Time away from the daily grind helps to keep us sane and motivated, and nothing rejuvenates our inner batteries like the peaceful experience of being fully immersed in nature.
Unfortunately, for city dwellers in particular, that can be a difficult outlet to find. Granted, watching a squirrel bury nuts for the winter or a beetle making its way across the bark of a tree can be a calming experience, possible in a backyard or in the midst of a city park. But just as Thoreau removed himself completely to Walden Pond to truly surround himself within the natural world, there’s something to be said for getting away from civilization altogether….Read Full Article
Like nearly everyone who sees the damage its caused, Nadilyn Beáto is upset about the oil disaster in the Gulf of Mexico. But she isn’t just complaining, she’s doing something about it. A junior at Parsons – The New School for Design in Brooklyn, New York, Beáto has recently begun designing, making, and selling fashion jewelry to benefit the wildlife affected by the vast oil leak.
Beáto’s jewelry depicts some of the animals that she wants to save: sea turtles, orcas, dolphins, American oyster catchers, black skimmers, and more. She uses Super Sculpey to create her jewelry pieces, then paints them with nontoxic paints. Her creations include necklaces, charm bracelets, and earrings. Each individual piece of jewelry takes her about an hour and a half to make.
The turtles sell for $15 in Beáto’s Etsy store, with $10 donated to the Gulf Coast Response team at the Environmental Defense Fund. Her goal is to create and sell 150 pieces of jewelry, raising $1,500 for the rescue and rehabilitation of the wildlife in the Gulf.Read Full Article
Imagine you’re attending a public school where you can determine what you will study based on your interests. Imagine planning a trip that you will take with your classmates, teachers, and parent volunteers half a world away. Now imagine that you are only six years old.
Students at the Brooklyn Free School in Clinton Hill (Brooklyn), New York, are experiencing a very different kind of education — one that teaches independence and responsibility, as well as academics, art, and all other subjects. In a few weeks, 11 students, ages 6 to 17, and 13 adults will be traveling to Tanzania on a remarkable service learning field trip — one that the students helped to plan and fund….Read Full Article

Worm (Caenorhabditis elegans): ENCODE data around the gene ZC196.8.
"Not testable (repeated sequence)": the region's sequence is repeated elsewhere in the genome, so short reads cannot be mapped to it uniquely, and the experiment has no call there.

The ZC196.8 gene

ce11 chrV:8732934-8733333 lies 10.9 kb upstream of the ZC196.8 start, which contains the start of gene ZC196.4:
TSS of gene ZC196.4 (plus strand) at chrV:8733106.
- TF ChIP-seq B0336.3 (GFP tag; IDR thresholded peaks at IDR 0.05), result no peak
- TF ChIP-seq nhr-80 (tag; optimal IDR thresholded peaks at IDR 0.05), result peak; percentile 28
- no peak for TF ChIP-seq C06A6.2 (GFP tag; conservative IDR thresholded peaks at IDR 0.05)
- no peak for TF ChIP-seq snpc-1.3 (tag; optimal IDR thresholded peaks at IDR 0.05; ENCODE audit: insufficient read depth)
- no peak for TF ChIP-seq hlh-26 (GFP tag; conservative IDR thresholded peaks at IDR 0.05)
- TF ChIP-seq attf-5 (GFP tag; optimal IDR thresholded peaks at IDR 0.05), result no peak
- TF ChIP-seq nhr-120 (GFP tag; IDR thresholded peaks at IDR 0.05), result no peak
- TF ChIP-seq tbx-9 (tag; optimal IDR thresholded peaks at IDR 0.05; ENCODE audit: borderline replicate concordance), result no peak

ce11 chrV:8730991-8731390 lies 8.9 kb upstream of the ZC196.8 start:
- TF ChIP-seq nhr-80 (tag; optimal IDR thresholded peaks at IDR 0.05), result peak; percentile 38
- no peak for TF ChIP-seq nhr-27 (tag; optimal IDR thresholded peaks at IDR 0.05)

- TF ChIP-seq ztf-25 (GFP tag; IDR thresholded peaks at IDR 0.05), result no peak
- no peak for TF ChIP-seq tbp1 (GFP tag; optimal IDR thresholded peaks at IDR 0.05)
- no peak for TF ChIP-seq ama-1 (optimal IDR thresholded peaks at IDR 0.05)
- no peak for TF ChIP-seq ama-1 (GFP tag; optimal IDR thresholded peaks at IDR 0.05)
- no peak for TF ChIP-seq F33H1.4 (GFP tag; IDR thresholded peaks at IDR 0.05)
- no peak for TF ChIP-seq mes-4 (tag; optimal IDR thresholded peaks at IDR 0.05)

Orchestrated by Great Performances, Farm To Table conducts the 100-Mile Menu, bringing fresh, seasonal, local foods from New York State farms within reach of New York City slickers — coming soon…Read Full Article
The Good Beer at BAM fundraiser presented by Edible Brooklyn magazine on July 29 combined a great crowd, amazing beer, and exciting food. Over the course of the evening, I sampled more than 20 varieties of artisan ale by brewers from all over Brooklyn and New York State. Brewmasters presented everything from clean, crisp, and simple pale ales to richly complex varieties. And, of course, the chefs on hand pushed the envelope of American culinary creativity with pairings that defied convention and expectation…Read Full Article
The New Deal Supper Club on July 15th was sweeter than a song.
This time, the ladies of Rabbit Mafia and Sweet Potato took their awesomely sophisticated show on the road to Brooklyn’s hinterlands (I mean, Williamsburg). The trip to BRIDGET Tasting Room felt like an updated Mission Impossible scene. Only this time, the instrumentals were the introductory bars to the infamous 1987 hit, Smooth Criminal…Read Full Article
Unlike Franklin Roosevelt’s New Deal, the only thing complex about this supper club are the flavors of Rabbit Mafia and Sweet Potato’s dishes.
The New Deal Supper Club, hosted by Chef Sarah Pace of Rabbit Mafia, featured features meals by the talented Suzanne Barr, chef and creator of Sweet Potato Bakery. The chefs have teamed up with marketer Kizzy Kae to provide the New York area with an exquisite dining experience that moves from one exciting venue to another…Read Full Article